‘And today’s sermon shall be on the value of chastity.’ The bitter thought swirls and sticks as I sit, eyes downcast, a penitent look fixed firmly on my face, listening to Mum berate me for missing my curfew, yet again. Why doesn’t she get it? Her rules were fine when I was a kid, but I’m almost an adult now, it’s time she came to terms with that.
I look up at her, eyes wide, brimming with tears. I’m getting really good at crying on demand. And she falls for it every time. Does she really believe that lecturing me like this will convince me? Besides, I’m pretty sure I remember hearing stories about what a tearaway she was at my age. What was it that Aunt Celia said? Something about Mum being a ‘real looker’ and a ‘party girl’? Not as innocent as she’s trying to make out now.
Oh, here we go. We’re onto the dangers of being out late at night, and how the world isn’t like it was when she was young, how it’s a much more dangerous place now, and I just have to realise that the streets aren’t safe anymore. ‘Sure, Mum. You’d know all about that, sitting in here in front of the telly, knitting on your lap, like an old grandma, every night.’
My contempt must be showing in the sneer of my lips, the tilt of my eyebrow, because her voice is going up an octave, her face is turning an interesting shade of crimson, and the finger’s out, waggling away at me. You know she’s serious when that finger comes waggling out. I really want to laugh in her face. Doesn’t she realise how cartoonish she looks?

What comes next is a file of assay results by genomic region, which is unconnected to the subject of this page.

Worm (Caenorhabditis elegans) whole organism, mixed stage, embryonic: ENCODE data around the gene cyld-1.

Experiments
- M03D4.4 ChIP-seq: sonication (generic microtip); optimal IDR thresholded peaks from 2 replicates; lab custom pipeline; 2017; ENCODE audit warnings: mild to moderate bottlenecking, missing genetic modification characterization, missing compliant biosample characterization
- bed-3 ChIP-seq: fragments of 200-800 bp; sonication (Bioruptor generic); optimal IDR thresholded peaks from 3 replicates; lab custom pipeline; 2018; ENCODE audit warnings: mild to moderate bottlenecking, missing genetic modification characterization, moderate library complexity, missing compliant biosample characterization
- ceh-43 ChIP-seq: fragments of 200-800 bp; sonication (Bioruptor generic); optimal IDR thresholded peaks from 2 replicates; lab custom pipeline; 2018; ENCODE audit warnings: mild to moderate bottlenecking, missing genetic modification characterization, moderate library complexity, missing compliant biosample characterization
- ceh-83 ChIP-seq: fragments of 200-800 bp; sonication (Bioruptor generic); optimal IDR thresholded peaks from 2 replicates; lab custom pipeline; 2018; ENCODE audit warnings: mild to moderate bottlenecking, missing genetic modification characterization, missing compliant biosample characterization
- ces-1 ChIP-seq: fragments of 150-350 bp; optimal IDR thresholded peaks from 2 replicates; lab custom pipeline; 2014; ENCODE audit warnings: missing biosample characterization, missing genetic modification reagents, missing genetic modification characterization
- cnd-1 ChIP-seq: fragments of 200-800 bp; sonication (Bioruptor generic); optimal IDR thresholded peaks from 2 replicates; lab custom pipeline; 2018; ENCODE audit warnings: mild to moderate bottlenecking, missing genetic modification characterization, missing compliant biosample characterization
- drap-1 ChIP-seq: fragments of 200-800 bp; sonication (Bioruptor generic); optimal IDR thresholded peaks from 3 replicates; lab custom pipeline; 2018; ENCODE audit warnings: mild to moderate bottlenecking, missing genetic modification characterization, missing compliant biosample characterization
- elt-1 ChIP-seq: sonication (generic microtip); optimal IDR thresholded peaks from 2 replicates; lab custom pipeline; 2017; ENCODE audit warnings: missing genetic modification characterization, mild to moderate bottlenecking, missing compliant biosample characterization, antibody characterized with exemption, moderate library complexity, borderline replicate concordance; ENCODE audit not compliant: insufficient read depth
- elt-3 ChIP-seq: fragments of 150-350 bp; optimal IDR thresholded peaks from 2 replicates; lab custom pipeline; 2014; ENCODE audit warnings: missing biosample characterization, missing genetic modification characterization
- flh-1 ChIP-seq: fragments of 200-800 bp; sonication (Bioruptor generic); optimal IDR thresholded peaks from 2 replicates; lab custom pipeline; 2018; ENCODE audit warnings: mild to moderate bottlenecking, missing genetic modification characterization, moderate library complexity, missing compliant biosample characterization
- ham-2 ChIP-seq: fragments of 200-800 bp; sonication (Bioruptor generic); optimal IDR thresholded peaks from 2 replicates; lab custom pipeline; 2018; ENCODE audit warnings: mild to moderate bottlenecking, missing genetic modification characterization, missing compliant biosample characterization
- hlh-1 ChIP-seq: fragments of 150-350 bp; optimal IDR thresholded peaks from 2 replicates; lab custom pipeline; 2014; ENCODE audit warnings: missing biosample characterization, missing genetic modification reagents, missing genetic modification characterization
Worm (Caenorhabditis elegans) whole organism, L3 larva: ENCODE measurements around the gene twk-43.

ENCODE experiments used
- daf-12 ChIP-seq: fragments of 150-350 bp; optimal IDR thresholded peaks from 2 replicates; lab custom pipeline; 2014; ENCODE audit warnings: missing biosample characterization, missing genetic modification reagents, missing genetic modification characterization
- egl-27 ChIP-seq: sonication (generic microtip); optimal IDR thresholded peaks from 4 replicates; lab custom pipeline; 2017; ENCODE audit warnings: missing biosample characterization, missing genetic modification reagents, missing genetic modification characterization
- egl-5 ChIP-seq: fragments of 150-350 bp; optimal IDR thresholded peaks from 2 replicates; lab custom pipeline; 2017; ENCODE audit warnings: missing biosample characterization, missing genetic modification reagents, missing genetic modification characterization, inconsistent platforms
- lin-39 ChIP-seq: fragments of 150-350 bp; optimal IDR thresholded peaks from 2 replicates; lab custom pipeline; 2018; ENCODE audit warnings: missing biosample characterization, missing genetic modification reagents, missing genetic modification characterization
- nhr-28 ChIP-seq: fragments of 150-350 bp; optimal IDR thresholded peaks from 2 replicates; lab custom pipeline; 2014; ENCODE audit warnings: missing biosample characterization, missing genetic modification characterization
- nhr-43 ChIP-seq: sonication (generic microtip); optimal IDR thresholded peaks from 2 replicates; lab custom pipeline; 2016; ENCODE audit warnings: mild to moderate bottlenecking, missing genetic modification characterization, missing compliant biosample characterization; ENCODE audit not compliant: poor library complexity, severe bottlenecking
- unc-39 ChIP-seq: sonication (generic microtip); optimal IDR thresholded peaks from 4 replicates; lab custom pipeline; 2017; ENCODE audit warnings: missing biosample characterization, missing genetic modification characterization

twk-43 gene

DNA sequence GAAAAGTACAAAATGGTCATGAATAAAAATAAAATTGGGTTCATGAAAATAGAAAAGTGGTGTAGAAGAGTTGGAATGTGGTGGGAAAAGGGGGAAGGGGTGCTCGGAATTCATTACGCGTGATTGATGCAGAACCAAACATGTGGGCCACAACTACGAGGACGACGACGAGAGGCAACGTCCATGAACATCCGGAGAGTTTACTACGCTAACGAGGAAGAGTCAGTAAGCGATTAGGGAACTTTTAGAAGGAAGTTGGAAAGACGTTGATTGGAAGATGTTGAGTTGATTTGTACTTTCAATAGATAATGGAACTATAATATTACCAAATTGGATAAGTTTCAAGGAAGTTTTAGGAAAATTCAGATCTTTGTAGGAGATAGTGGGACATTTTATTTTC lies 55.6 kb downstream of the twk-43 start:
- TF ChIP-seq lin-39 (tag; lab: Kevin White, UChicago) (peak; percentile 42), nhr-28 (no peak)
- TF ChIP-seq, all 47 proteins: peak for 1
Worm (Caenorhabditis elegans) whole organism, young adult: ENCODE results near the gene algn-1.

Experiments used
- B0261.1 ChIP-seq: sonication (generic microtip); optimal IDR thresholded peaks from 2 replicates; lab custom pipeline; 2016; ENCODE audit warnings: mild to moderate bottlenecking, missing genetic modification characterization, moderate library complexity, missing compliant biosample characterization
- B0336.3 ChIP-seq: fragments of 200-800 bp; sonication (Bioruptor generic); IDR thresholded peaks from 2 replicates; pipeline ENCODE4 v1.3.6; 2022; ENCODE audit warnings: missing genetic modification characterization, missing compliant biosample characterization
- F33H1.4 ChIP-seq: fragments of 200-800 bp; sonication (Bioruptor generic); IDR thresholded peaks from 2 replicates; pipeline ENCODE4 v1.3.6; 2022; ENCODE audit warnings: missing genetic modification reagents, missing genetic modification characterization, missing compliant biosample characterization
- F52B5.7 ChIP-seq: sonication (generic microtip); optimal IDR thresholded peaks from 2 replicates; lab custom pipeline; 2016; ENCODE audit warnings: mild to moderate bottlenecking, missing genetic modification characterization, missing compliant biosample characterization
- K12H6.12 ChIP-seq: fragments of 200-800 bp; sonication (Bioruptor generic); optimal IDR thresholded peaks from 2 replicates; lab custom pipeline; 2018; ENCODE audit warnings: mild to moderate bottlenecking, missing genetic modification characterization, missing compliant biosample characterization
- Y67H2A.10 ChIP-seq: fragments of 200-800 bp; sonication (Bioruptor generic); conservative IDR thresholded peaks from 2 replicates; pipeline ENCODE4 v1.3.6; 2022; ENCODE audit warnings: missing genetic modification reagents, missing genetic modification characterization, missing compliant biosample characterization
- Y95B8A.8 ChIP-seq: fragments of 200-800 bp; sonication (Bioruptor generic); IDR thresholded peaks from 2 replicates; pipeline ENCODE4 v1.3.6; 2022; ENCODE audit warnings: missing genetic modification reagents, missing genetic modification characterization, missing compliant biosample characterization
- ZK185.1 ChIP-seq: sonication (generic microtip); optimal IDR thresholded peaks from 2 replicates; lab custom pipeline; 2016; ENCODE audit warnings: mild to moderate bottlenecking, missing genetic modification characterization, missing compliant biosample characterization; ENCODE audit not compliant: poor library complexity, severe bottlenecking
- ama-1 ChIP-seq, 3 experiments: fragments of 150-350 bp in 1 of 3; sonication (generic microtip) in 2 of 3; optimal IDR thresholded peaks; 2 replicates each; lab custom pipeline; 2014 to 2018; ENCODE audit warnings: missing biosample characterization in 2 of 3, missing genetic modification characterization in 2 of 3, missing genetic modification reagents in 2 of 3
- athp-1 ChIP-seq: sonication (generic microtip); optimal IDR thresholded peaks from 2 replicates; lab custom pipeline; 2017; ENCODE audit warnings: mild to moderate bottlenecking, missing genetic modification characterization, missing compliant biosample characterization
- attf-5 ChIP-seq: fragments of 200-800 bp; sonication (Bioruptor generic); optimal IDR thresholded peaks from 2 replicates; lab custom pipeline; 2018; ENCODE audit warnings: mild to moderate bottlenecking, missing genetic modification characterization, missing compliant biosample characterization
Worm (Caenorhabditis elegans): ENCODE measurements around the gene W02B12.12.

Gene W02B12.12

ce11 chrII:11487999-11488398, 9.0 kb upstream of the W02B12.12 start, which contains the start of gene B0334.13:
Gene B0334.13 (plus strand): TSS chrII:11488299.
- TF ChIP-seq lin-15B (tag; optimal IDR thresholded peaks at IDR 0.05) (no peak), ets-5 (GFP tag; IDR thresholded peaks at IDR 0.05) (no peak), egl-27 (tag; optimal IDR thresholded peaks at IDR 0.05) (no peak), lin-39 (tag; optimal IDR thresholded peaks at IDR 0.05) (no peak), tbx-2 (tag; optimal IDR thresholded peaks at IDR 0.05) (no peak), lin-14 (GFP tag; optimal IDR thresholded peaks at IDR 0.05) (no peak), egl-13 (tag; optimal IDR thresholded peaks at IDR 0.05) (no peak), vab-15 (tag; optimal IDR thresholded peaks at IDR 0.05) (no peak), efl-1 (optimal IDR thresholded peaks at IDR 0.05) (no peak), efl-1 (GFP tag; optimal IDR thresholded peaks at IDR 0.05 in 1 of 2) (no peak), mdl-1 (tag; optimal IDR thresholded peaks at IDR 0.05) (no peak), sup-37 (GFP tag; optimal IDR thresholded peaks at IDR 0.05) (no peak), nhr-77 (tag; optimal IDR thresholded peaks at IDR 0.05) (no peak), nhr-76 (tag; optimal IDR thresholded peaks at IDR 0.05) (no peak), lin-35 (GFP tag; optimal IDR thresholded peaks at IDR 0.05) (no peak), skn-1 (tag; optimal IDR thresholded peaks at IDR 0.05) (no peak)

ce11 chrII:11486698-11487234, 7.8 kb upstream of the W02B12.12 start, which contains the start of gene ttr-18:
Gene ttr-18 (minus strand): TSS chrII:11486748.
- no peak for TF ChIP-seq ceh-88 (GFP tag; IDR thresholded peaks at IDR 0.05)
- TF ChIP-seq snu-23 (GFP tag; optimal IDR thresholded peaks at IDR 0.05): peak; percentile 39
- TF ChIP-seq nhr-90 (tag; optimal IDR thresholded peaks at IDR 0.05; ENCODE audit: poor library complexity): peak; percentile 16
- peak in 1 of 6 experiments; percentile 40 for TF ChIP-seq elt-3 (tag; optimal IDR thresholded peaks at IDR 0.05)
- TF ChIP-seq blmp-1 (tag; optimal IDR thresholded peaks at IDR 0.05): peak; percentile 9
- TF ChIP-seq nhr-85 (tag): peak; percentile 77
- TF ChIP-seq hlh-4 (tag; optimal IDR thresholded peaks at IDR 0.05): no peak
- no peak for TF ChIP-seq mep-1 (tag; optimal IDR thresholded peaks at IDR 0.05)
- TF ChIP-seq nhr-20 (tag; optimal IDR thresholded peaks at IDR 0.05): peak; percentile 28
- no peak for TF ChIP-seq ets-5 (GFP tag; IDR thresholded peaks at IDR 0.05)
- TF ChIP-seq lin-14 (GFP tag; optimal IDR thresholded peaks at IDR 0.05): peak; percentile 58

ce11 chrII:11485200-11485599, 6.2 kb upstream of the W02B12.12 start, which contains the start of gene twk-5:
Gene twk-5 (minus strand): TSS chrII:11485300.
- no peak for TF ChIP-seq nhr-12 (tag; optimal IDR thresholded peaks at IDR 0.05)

How many times, and in how many ways can I tell her this same message? She just doesn’t see the kind of danger she puts herself in every night. Even if she makes it home safely, she doesn’t seem to understand that reputations stick like glue.
People have already started talking about her, what sort of a girl she is. I see them at the butcher’s, whispering in corners, suddenly stopping when I walk through the door. I hear the nasty rumours, mumbled to each other behind covering hands. Those things don’t go away in a small town. I should know.
Does she really think I don’t know what it feels like to be seventeen? To want so desperately to be free, to test out these new curves, this new magnetism that pulls all the boys in? Does she think I was always an old woman, content with my knitting and the telly?
If only she knew the lies I’ve had to spin into a cloak of respectability. If only she knew the truth of her own birth, the violence of it. If only she knew I’m 34, not 44.